running (.elapsed). If it's less than three
seconds, the state machine will cancel the request
to exit the state (built-in constant CANCEL).

Otherwise, it returns a string, which will be used as
the name  for the next state. (If that state doesn't
exist, an error will occur).

"""#:
def ExitSpiral( state ):
if state.elapsed < 3:
alien.frame = Transition( 0, 24, duration=0.1 ) # wiggle
return StateMachine.CANCEL
return 'stand'

"""
We've defined the skeleton of our state machine,
but none of the actual behavior associated with its
states.

We'll give our stimulus an animation callback, which
is just a function that is called by Shady on every
frame before drawing this stimulus. The animation
callback takes the stimulus itself as its first argument
and the stimulus time (by default: seconds since World
creation) as as its second argument.
"""#:

"""
Here is it
"""#:
@alien.AnimationCallback
def RunningJump( self, t ):

# Calling the StateMachine instance with time t is what actually causes
# the state-transition logic and management to run. It returns an instance
# of a State object:
state = sm( t )

# The State instance has an attribute .fresh which indicates whether
# the current time t is the earliest time for the current state. It is
# a handy way of implementing state onset behaviors procedurally.
if state.fresh:

# Now we'll just check which state we're in and change the alien
# accordingly. State instances can be compared directly to strings
# to check their names.
if state == 'stand':
self.xy = 0   # stop any dynamic attached to the .xy property
self.Set( x=-world.width/2 + 100, y=0, frame=0 ) # re-position him

# So far so static.  In the other states, we'll use more Shady.Dynamics
# tricks---in particular, the Integral with respect to time.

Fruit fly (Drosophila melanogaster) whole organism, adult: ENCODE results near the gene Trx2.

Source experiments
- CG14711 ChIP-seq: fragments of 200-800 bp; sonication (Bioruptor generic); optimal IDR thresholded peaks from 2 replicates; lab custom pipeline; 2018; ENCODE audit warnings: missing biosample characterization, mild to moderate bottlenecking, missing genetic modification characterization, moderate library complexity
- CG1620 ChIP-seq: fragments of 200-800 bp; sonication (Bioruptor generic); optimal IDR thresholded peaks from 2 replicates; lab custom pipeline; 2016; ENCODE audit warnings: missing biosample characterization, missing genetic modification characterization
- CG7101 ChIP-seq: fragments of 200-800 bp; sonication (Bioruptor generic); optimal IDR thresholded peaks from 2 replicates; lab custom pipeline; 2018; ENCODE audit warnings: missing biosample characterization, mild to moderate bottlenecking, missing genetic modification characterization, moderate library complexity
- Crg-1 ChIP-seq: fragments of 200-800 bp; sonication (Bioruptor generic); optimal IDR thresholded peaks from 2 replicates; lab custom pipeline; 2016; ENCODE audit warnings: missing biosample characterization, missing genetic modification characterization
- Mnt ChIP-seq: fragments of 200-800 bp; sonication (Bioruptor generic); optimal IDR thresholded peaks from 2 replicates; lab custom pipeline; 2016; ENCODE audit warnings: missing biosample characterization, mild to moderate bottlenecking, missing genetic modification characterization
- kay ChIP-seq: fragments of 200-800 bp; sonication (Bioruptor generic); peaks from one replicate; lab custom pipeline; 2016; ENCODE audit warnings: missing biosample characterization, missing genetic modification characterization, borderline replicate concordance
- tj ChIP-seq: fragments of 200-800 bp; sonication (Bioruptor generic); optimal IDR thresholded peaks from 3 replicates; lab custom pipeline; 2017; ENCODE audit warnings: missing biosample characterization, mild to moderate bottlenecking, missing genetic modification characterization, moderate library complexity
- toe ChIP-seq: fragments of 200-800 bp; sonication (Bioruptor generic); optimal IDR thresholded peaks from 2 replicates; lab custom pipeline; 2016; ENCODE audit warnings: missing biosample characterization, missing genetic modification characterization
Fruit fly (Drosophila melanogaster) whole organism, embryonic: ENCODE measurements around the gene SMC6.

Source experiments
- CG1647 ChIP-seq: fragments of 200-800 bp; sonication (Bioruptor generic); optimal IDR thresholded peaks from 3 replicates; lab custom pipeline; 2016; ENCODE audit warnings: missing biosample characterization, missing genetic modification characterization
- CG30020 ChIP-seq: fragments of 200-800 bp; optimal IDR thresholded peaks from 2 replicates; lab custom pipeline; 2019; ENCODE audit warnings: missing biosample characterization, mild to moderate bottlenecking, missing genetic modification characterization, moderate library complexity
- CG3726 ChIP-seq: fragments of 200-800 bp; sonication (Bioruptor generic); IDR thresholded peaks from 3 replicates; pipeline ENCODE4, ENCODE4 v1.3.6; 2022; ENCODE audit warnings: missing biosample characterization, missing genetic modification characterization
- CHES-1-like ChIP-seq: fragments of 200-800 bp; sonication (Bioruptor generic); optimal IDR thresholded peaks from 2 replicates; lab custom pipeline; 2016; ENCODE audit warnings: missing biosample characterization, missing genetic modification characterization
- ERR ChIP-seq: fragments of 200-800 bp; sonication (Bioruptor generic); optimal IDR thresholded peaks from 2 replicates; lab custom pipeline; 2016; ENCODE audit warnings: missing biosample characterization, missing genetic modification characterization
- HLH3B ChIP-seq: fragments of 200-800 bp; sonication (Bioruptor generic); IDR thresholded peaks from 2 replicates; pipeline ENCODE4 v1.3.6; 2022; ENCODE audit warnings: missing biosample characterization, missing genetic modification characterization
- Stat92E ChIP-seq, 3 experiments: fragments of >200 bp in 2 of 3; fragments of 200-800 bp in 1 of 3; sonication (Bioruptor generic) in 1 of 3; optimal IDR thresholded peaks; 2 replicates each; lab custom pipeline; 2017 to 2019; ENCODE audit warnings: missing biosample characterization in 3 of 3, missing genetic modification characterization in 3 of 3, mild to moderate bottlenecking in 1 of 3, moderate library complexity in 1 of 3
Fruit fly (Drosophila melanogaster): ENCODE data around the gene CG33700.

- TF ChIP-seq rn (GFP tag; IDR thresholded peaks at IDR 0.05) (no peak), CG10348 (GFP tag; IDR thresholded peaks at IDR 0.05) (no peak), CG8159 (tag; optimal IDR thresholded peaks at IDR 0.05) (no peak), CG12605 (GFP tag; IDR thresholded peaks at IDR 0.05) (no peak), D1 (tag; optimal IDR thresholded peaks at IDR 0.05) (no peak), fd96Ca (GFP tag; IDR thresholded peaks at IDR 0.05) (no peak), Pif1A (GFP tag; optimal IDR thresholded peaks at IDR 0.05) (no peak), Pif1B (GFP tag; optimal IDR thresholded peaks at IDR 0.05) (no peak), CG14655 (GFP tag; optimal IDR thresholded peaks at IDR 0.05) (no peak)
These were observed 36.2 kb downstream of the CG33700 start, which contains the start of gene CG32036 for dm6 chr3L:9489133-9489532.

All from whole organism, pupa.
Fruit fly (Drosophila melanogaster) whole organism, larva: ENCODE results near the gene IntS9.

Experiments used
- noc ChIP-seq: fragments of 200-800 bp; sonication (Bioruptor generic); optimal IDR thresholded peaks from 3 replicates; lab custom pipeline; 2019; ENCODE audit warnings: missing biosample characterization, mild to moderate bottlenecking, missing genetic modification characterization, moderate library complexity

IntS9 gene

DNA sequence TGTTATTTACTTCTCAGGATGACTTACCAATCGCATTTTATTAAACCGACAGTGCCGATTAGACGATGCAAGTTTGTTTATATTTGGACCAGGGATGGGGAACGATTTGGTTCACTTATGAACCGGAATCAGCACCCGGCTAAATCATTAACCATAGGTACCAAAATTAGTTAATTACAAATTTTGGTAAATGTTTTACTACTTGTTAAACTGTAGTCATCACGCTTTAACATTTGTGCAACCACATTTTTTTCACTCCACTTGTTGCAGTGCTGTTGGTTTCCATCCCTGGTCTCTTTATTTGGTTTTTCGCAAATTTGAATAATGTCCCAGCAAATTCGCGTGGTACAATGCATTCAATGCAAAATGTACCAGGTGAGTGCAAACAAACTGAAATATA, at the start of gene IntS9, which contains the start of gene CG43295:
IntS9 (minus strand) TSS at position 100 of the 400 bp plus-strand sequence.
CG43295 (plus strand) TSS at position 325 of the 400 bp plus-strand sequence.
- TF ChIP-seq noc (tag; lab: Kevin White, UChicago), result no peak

if state == 'run':
self.Set( x=Integral( 400 ) + self.x, frame=Integral( 16 ) )

# A double-integral of a constant will give us the constant acceleration
# that you would get from gravity, in both the 'jump' and 'fall' states
# (let's say gravitational acceleration is 5000 pixels per second per
# second).  When he jumps, let's say our alien achieves an initial
# upward velocity of 1500 pixels per second.
if state == 'jump':
self.Set(y=Integral(Integral(-5000) + 1500) + self.y, frame=0)
if state == 'fall':
self.frame = Integral(160)  # heeeeeeelp

# Finally we'll use non-linear transformations of an Integral to achieve
# a faster-and-faster spiralling effect in the 'spiral' state:
if state == 'spiral':
radius = min( world.width, world.height ) / 2 - 100
self.Set( x=-radius, y=0, frame=0 )  # stop any .x, .y and .frame dynamics
self.xy = Integral( Integral( 0.1 ) ).Transform( Shady.Sinusoid, phase_deg=[ 270, 180 ] ) \
* ( radius - Integral( 20 ) ).Transform( max, 0 )

"""
Our alien will do things now, but we haven't yet implemented
a way of getting him started, since there's no condition to
terminate the first 'stand' state. We'll hook into Shady's
EventHandler mechanism.

Like the AnimationCallback, this can be done using a
decorator on our function definition. The function should
take two arguments: the Shady.World being hooked into
(here, written as self) and the event that will be handled,
which contains data about mouse and keyboard input.
"""#:
@world.EventHandler
def KeyboardControl( self, event ):

# Press space to start running, to jump, or to exit from a spiral:
if event.type == 'text' and event.text == ' ':
if sm.state in [ 'stand', 'run', 'spiral' ]:
sm.ChangeState() # without args: change to the .next state

# Press enter to start spiralling:
if event.type == 'key_release' and event.key in [ 'enter', 'return' ]:
sm.ChangeState( 'spiral' )  # change to this explicitly named state

# Press q or escape to stop and close the window:
if event.type == 'key_release' and event.key in [ 'q', 'escape' ]:
self.Close()
"""
And that's it - the alien is away! Try using spacebar and
enter key to manipulate his state.

Remember that we designed ExitSpiral to ensure that you
cannot get out of a spiral until you have been in it for
at least 3 seconds.
"""#>